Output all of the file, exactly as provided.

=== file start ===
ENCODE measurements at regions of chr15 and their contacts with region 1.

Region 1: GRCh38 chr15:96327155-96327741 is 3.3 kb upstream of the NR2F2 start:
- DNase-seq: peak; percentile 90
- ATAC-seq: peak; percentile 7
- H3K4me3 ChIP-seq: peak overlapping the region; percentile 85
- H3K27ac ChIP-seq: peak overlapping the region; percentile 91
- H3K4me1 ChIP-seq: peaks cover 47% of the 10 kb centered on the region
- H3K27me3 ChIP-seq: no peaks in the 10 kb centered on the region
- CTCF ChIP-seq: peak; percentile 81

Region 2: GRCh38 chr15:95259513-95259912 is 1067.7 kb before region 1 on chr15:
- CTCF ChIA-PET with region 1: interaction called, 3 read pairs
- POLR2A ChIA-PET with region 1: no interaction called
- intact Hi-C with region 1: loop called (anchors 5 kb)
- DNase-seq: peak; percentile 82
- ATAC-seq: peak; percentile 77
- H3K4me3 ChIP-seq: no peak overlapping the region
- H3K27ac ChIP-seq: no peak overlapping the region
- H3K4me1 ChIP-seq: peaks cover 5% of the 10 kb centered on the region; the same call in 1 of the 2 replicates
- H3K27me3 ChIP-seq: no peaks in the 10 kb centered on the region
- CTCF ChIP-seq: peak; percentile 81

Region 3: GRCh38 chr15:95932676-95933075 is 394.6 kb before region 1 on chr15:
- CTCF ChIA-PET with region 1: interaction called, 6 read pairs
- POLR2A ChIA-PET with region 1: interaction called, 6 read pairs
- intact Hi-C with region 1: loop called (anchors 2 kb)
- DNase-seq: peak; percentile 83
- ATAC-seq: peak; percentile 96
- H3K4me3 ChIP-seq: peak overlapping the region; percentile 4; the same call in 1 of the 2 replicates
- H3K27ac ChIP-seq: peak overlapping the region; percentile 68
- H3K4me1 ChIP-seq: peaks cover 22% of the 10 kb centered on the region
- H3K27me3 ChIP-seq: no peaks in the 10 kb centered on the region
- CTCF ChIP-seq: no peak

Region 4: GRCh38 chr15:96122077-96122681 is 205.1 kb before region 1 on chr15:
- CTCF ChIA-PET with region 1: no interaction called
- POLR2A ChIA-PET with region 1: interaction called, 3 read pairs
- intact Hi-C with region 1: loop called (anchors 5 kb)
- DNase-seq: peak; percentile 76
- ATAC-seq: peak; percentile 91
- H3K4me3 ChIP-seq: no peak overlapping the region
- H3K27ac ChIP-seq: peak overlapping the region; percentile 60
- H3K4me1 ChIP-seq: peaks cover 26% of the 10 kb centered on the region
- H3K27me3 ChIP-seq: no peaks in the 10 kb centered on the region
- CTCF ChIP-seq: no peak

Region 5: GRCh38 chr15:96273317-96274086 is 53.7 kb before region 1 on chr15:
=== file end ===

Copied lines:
ENCODE measurements at regions of chr15 and their contacts with region 1.

Region 1: GRCh38 chr15:96327155-96327741 is 3.3 kb upstream of the NR2F2 start:
- DNase-seq: peak; percentile 90
- ATAC-seq: peak; percentile 7
- H3K4me3 ChIP-seq: peak overlapping the region; percentile 85
- H3K27ac ChIP-seq: peak overlapping the region; percentile 91
- H3K4me1 ChIP-seq: peaks cover 47% of the 10 kb centered on the region
- H3K27me3 ChIP-seq: no peaks in the 10 kb centered on the region
- CTCF ChIP-seq: peak; percentile 81

Region 2: GRCh38 chr15:95259513-95259912 is 1067.7 kb before region 1 on chr15:
- CTCF ChIA-PET with region 1: interaction called, 3 read pairs
- POLR2A ChIA-PET with region 1: no interaction called
- intact Hi-C with region 1: loop called (anchors 5 kb)
- DNase-seq: peak; percentile 82
- ATAC-seq: peak; percentile 77
- H3K4me3 ChIP-seq: no peak overlapping the region
- H3K27ac ChIP-seq: no peak overlapping the region
- H3K4me1 ChIP-seq: peaks cover 5% of the 10 kb centered on the region; the same call in 1 of the 2 replicates
- H3K27me3 ChIP-seq: no peaks in the 10 kb centered on the region
- CTCF ChIP-seq: peak; percentile 81

Region 3: GRCh38 chr15:95932676-95933075 is 394.6 kb before region 1 on chr15:
- CTCF ChIA-PET with region 1: interaction called, 6 read pairs
- POLR2A ChIA-PET with region 1: interaction called, 6 read pairs
- intact Hi-C with region 1: loop called (anchors 2 kb)
- DNase-seq: peak; percentile 83
- ATAC-seq: peak; percentile 96
- H3K4me3 ChIP-seq: peak overlapping the region; percentile 4; the same call in 1 of the 2 replicates
- H3K27ac ChIP-seq: peak overlapping the region; percentile 68
- H3K4me1 ChIP-seq: peaks cover 22% of the 10 kb centered on the region
- H3K27me3 ChIP-seq: no peaks in the 10 kb centered on the region
- CTCF ChIP-seq: no peak

Region 4: GRCh38 chr15:96122077-96122681 is 205.1 kb before region 1 on chr15:
- CTCF ChIA-PET with region 1: no interaction called
- POLR2A ChIA-PET with region 1: interaction called, 3 read pairs
- intact Hi-C with region 1: loop called (anchors 5 kb)
- DNase-seq: peak; percentile 76
- ATAC-seq: peak; percentile 91
- H3K4me3 ChIP-seq: no peak overlapping the region
- H3K27ac ChIP-seq: peak overlapping the region; percentile 60
- H3K4me1 ChIP-seq: peaks cover 26% of the 10 kb centered on the region
- H3K27me3 ChIP-seq: no peaks in the 10 kb centered on the region
- CTCF ChIP-seq: no peak

Region 5: GRCh38 chr15:96273317-96274086 is 53.7 kb before region 1 on chr15: